Clayton came up with a plan. She persuaded the university to declare a general amnesty and asked the public to let her know where items from the collection were so that she could photograph them in their new locations. Nothing would be reclaimed, only documented. "The story of the Steinheim is of a complete human cycle of the effort to understand the world through the collecting, naming, and organization of things," she wrote in a post on a blog she was keeping about her Alfred experience. "Objects were removed from their context, collected together, and displayed. And then the process unraveled backwards. The artifacts were taken, lost, sold, and stolen, dispersing back into the world. But now they carry with them the remnants of a new chapter in their history. An obsolete catalog number is evidence of their having been part of a collection and having once stood in for some part of our history."

The Alfred Sun printed a front-page article about the amnesty program, and announcements were made at football games, but the results were disappointing. "I started getting these telephone calls that Mr. X had this or that — it became kind of negative," Clayton says. "The project came across as kind of judgmental to people."

So she came up with a second plan, in which she would recreate the story of the Steinheim's holdings by assembling, organizing, and dispersing a collection of 7,000 rocks gathered within three miles of the university.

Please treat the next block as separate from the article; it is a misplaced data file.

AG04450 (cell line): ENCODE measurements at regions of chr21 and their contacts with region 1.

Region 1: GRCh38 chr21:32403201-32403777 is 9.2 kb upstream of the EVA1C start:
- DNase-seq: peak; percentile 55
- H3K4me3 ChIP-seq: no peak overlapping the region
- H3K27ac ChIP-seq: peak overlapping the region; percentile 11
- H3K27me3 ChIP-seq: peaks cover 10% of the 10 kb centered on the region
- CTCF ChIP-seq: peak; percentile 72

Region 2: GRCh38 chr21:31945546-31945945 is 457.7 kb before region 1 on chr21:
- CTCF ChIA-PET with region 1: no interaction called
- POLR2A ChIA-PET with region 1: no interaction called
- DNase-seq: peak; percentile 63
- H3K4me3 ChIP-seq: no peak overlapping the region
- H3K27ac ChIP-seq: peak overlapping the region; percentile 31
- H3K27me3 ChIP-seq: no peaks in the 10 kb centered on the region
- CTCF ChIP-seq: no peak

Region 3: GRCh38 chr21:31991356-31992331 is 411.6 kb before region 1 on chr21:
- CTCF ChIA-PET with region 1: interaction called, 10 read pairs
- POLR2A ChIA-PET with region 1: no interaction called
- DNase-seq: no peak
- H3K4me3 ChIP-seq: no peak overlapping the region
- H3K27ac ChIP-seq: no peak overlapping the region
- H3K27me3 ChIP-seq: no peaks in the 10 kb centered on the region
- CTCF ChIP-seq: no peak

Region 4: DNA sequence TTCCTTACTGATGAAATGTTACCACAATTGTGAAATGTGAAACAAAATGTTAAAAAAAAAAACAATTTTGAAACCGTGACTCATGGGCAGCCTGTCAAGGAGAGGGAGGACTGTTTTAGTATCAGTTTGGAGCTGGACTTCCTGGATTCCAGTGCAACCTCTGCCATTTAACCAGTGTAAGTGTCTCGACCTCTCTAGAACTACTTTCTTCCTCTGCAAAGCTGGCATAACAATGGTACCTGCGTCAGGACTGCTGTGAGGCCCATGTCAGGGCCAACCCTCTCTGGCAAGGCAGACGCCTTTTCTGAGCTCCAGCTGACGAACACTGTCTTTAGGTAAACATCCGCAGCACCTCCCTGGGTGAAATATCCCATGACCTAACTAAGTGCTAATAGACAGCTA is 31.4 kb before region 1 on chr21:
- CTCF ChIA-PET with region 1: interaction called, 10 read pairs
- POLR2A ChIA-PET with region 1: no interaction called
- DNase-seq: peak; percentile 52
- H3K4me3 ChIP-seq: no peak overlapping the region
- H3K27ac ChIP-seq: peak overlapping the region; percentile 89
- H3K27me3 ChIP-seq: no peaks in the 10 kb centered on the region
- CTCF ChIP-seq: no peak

She had a third plan tied to the Steinheim as well. In the university archives she had found sheets of paper on which someone had recorded the contents of each of the museum's display cases, but without signing or dating the sheets and with only the briefest descriptions written in the boxes drawn to represent each shelf — "Dental instruments, intact," "Lindbergh radiogram drawer, empty," "Civil War relics, glass broken, buckle + other items missing," and "? Glass frame missing, everything chewed by mice." Clayton selected one sheet — "2nd floor, front end, center case, window side" — and began gathering items to create her own whimsical, wall-sized display based on the sheet's descriptions and whatever she could borrow locally to match.

She put a gingerbread church and a crude wooden model of a chain saw on a shelf labeled "Arts, intact," and she assigned a deteriorating rubber-band ball, assembled by the fine-arts secretary's predecessor, to "No tag, items in bad shape." A receipt-stuffed travel diary from someone's visit to Beijing was classified with "Chinese books, intact." Where the person who made the original inventory had used ditto marks to indicate additional shelves of U.S. stamps, Clayton chose to see elevens, putting out 11 leaves, 11 baby shoes, even 11 of the stuffed birds from the original Steinheim collection that had survived in the biology department. It's no exaggeration to say that looking at Clayton's quirky, kitschy, faux-Steinheim display was as much fun as visiting any room at the National Gallery of Art.